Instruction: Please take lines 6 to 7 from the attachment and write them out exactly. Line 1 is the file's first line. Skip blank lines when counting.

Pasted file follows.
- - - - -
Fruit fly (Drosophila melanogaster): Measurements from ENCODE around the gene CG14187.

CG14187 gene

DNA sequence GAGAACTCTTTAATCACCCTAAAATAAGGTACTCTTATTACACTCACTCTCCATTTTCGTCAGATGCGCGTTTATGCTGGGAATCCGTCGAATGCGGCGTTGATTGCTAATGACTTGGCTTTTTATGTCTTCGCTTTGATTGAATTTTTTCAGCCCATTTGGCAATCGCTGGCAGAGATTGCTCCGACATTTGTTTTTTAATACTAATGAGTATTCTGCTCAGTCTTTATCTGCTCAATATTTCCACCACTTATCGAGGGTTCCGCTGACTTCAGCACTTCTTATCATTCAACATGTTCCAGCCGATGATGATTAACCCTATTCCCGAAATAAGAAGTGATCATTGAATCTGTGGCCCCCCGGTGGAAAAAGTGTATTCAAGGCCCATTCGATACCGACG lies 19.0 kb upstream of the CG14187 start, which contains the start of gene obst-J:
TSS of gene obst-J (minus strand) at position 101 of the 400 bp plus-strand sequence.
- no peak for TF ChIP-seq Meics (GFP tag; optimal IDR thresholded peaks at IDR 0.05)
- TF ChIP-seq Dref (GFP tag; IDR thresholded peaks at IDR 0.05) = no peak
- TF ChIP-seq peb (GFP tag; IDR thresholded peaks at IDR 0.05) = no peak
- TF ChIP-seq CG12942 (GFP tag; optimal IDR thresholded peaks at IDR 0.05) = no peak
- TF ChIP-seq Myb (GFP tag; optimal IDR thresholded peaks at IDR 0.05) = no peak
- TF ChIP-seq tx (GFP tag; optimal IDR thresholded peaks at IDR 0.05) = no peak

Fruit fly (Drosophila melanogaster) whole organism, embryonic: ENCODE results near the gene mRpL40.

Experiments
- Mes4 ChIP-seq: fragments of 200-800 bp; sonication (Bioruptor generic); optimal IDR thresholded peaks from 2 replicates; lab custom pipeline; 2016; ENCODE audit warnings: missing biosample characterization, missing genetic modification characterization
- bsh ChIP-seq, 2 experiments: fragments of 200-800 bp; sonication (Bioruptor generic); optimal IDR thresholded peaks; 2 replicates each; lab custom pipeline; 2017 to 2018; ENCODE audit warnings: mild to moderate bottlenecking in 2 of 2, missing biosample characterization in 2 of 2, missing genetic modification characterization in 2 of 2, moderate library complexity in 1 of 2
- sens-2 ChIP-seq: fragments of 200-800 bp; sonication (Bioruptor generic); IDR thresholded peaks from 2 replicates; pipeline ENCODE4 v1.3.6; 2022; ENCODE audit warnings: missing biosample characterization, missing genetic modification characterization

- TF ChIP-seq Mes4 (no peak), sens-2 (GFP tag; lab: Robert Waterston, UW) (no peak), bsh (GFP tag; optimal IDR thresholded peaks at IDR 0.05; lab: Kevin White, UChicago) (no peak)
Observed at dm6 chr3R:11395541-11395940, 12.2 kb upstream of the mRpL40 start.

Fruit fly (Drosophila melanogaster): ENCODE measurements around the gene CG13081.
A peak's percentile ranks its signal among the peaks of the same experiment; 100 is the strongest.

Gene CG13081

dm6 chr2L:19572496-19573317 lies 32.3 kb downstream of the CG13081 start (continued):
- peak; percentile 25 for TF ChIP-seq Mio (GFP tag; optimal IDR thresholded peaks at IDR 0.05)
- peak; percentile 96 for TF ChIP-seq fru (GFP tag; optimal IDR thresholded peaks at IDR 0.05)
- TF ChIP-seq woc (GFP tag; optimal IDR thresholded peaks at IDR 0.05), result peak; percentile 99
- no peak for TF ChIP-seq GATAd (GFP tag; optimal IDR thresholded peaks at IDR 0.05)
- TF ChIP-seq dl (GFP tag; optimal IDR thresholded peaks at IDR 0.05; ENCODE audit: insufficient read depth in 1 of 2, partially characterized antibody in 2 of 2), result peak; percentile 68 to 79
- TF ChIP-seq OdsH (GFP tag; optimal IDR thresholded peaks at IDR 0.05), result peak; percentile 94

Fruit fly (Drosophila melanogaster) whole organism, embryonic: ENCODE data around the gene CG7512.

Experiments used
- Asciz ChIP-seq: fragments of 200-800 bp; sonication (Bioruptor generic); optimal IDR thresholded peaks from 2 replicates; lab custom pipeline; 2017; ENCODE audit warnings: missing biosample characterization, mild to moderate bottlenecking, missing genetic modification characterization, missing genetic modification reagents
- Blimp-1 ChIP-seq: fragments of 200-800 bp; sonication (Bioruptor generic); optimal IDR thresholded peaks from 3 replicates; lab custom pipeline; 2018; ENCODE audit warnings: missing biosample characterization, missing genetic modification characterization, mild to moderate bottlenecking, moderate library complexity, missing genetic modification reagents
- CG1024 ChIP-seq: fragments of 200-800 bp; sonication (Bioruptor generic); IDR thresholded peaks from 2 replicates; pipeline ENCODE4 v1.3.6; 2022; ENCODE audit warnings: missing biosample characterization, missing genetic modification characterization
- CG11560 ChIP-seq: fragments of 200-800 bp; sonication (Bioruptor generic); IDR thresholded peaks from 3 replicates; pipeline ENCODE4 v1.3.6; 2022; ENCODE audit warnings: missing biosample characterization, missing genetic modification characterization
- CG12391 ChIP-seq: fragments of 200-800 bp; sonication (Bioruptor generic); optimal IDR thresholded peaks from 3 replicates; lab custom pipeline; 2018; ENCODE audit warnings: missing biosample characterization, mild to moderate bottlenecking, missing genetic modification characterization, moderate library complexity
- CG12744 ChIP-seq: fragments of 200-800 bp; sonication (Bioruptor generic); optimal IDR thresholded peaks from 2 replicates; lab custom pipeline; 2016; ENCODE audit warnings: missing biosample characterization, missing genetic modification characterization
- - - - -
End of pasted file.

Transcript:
- TF ChIP-seq Dref (GFP tag; IDR thresholded peaks at IDR 0.05) = no peak
- TF ChIP-seq peb (GFP tag; IDR thresholded peaks at IDR 0.05) = no peak